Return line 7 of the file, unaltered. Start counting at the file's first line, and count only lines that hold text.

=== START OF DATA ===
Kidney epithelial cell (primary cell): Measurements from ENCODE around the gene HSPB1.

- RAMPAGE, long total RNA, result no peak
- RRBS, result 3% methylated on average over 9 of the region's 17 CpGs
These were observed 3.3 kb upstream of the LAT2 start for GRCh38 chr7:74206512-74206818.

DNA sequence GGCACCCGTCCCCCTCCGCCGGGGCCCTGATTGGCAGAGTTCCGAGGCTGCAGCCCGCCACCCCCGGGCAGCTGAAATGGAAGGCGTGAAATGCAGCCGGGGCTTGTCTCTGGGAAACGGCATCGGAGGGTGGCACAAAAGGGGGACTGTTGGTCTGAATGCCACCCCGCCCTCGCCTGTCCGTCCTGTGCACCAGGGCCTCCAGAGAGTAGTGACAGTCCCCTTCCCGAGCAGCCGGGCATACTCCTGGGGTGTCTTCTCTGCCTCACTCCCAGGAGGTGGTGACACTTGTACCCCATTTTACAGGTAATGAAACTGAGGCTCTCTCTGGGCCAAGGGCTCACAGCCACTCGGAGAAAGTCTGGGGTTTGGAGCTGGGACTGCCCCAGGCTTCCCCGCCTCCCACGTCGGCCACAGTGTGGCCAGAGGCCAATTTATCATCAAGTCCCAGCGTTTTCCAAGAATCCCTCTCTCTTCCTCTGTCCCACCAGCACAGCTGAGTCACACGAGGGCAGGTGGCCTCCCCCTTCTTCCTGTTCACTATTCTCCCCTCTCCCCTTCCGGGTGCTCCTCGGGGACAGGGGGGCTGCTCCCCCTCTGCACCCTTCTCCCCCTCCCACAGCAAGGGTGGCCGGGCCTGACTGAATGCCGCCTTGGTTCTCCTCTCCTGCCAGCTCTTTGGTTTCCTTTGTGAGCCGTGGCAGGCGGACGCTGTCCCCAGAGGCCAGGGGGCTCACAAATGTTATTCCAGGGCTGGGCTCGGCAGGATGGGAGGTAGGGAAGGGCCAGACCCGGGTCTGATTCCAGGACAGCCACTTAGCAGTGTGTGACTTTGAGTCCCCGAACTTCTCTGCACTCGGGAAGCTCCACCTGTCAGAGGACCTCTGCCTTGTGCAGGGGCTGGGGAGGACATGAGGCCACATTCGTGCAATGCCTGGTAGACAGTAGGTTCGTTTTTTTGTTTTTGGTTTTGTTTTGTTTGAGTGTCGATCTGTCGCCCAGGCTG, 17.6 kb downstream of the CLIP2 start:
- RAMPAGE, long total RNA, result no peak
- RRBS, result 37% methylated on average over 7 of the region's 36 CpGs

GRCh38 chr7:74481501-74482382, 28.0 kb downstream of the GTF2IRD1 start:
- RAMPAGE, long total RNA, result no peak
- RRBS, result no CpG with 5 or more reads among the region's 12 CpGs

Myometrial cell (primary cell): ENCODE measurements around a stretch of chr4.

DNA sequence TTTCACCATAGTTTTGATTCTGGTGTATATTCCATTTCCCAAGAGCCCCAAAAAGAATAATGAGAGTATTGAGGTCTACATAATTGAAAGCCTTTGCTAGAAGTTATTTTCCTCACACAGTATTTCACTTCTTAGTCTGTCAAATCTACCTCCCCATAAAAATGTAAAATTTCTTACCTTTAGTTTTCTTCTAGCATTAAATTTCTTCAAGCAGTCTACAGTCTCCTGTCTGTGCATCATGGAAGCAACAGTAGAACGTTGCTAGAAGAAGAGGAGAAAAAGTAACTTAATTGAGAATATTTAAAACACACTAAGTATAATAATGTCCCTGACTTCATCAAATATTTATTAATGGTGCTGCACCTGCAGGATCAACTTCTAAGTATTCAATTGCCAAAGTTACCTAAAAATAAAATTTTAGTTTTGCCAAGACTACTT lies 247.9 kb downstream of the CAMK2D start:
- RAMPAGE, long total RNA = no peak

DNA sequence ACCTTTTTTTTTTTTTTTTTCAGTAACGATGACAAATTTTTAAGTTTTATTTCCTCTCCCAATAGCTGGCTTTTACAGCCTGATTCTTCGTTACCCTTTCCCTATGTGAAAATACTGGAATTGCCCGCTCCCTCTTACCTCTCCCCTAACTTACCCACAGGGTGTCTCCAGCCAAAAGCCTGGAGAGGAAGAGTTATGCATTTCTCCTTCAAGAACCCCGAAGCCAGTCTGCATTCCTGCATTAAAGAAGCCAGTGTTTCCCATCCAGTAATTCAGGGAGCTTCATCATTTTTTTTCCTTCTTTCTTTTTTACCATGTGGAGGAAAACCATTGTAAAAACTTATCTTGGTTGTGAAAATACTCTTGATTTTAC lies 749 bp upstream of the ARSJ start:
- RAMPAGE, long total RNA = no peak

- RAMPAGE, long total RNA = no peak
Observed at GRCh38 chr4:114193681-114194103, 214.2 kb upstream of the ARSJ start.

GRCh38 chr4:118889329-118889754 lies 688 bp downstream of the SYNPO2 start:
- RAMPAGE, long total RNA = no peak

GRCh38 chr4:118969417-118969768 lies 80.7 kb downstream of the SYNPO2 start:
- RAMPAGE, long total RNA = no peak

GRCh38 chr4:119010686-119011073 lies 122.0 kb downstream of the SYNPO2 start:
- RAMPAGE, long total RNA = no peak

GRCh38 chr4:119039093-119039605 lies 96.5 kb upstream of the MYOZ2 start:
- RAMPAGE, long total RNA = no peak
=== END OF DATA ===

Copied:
- RRBS, result 37% methylated on average over 7 of the region's 36 CpGs